Web native scripts (2)
Such of a sysadmin’s life has migrated to the web, so you’ll need a scripting language that has kept pace. We examined both ease of writing our own code, and finding available solutions for doing anything from web interfaces to system stats. What’s noticeable about these languages is the difference in expressiveness and style to produce similar results.
However, this is, once again, secondary to personal preference and local support for many admins. Ruby is quick and enjoyable; Python ‘feels right’ probably due to it being more human readable; newLISP is astonishingly powerful. But these observations remain partisan clichés without a supportive and maintainable environment to use and develop the code for your own networks.
While Bash will be no one’s first choice for a web programming language, it’s good to know that when your server doesn’t provide for your first choice you can fall back on it thanks to bashlib. This a shell script that makes CGI programming in the Bash shell somewhat more tolerable.
Your script will be full of echo statements, interspersed with your commands to produce the desired output. Security considerations mean we wouldn’t recommend running this on the open Internet, but it’s worth bearing in mind that Bash works well as a prototyping language.
It’s easy to fill a text file with comments describing the broad structure that you want, then fill in the gaps – testing snippets interactively and pasting into www.shellcheck.net to check your code as you go. You’ll soon be up and running with a proof of concept.
Code Patterns, by NewLISP creator Lutz Mueller, is available on the www.newlisp.org website and has chapters on HTTPD and CGI, as well as TCP/IP and UDP communications. If you add in the section on controlling applications, and you’ll have everything to get you started.
NewLISP’s built-in networking, and simple (or lack of) syntax, makes it surprisingly easy to generate HTML pages of results from, for instance, your monitoring scripts. For a ready built framework, newLISP on Rockets – which uses Bootstrap, jQuery and SQLite – combines rapid application development with good performance. NewLISP on Rockets provides several functions, from (convert-json- to-list) via (twitter-search) to (display-post-box), which will help you add web functionality.
We’re impressed but we remain concerned by the small size of the community and the intermittent pace of development.
Perl was the first web CGI scripting language and has more or less kept pace with the times. It certainly has the libraries, and enough examples to learn from, but with no dominant solution you’ll have to pick carefully. Catalyst, Dancer, and Mojolicious are all good web application frameworks.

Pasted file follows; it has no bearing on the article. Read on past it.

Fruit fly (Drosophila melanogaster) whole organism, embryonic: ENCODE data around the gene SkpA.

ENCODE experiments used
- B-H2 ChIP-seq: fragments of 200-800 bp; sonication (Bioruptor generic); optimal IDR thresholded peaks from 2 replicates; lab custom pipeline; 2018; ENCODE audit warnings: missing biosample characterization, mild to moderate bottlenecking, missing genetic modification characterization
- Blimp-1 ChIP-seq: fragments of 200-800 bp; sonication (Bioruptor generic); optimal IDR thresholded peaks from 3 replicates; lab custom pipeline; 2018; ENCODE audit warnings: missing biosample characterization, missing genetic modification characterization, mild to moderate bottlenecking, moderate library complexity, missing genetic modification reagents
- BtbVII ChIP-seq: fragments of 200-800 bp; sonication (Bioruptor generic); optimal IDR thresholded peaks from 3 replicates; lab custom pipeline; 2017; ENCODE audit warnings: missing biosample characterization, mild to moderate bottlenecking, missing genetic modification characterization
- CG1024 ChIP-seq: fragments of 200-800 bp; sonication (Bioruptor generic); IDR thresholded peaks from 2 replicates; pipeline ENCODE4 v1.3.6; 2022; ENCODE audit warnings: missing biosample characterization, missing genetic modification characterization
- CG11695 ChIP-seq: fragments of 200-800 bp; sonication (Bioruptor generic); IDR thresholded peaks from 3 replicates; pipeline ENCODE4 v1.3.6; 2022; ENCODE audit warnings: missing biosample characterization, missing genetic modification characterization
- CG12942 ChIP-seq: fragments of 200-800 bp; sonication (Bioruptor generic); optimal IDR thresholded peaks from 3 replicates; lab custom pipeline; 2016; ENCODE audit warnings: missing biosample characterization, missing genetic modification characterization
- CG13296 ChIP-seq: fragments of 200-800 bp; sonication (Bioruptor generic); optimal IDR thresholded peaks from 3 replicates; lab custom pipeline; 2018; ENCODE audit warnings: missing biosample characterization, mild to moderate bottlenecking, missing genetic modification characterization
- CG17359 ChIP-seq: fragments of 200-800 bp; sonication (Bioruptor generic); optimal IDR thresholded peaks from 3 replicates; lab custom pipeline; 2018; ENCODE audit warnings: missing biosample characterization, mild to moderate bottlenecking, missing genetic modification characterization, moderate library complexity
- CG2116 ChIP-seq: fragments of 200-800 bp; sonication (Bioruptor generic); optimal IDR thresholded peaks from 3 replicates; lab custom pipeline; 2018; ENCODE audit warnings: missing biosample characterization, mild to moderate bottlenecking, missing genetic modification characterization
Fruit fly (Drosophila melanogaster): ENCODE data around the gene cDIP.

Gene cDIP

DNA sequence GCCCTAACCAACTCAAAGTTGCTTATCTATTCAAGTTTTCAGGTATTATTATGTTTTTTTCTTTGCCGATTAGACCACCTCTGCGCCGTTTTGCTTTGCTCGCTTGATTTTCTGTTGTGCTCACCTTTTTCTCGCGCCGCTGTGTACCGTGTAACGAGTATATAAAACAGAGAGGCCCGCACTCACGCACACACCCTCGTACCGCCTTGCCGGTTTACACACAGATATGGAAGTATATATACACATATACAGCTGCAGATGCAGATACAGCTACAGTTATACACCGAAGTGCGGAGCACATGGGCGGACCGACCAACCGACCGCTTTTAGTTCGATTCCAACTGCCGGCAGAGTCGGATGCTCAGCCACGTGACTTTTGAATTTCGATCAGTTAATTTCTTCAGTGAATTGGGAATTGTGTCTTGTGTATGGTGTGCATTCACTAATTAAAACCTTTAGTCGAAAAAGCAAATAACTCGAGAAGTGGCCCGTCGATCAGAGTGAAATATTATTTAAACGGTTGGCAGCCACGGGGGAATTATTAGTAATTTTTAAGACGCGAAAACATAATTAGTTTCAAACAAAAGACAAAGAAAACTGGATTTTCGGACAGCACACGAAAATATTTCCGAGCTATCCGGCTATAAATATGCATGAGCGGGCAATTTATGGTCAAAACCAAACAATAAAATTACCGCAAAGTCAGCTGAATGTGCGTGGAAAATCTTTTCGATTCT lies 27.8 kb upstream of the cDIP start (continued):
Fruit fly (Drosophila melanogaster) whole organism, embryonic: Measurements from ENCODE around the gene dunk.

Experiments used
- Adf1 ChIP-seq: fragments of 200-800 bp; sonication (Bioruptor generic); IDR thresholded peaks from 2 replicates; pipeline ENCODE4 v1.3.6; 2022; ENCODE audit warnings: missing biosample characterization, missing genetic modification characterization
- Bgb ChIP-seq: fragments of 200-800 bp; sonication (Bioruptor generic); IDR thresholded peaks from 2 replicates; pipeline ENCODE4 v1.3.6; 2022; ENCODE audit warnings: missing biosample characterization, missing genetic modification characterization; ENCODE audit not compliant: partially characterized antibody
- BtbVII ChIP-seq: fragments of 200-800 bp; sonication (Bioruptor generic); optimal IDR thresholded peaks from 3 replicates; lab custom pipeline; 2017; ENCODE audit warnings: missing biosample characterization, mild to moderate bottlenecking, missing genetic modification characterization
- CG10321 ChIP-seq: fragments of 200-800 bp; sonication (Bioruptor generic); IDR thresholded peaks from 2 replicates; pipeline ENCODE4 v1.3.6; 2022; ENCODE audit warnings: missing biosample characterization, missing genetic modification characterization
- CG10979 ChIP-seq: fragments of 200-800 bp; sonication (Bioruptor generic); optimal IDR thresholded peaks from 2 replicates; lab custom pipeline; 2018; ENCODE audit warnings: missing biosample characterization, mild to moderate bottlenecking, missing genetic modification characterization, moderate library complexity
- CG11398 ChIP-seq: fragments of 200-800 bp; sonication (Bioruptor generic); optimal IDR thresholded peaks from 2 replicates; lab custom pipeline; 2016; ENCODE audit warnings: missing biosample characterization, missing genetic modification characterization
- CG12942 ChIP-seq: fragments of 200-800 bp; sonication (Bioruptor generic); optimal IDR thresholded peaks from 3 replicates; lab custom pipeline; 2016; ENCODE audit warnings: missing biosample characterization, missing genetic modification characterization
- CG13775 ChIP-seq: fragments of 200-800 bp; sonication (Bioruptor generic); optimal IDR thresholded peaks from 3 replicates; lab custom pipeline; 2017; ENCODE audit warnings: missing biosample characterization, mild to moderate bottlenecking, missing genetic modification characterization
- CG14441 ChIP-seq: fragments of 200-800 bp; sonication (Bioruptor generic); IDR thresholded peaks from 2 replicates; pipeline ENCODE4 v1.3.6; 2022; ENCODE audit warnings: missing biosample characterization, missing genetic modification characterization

More likely you’ll find everything you need in CPAN. You can glue together a few of the libraries – many of which are already collected together in distros – to handle a pipeline of tasks, such as retrieving XML data, converting the data to PDF files and indexing it on a web page.
Perl’s traditional CGI interface is still available, and despite better performing alternatives abstracted through PSGI, you may find that use CGI; is all you need to web-enable your script, and remember: ‘there’s always more than one way to do it’.
Python’s Web Server Gateway Interface (WSGI), which was defined in PEP 333, abstracts away the web server interface, while WSGI libraries deal with session management, authentication and almost any other problem you’d wish to be tackled by middleware.
Python also has plenty of full- stack web frameworks, such as Django, TurboGears and Pylons. Like Rails, for some purposes you may be better off coding web functionality onto an existing script. But Python’s template engines will save you from generating a mess of mixed HTML and Python.
Python has many other advantages, from the Google App Engine cloud with its own Python interpreter, which works with any WSGI- compatible web application framework, for testing of scalable applications to supporting a clean style of metaprogramming.
Don’t imagine for one moment that Rails is a panacea for most sysadmin problems. It’s not. And while Sinatra certainly makes it easy to roll out anything web-based in Ruby, even this is overkill for most purposes.
That said, Rails does a good job of getting code up quickly and just doesn’t drown in all that magic, generated code. Ruby is ideal for getting any script web-enabled, thanks to gems that are written by thoughtful people who have made sane decisions.
Putting a web interface on our backup script, for example, was fun, but distracting as we played with several gems, eg to export reports to Google spreadsheets. Tools like nanoc , which generate static HTML from HAML, and some of the reporting gems complement the language’s expressiveness, and make adding any functionality to scripts a breeze.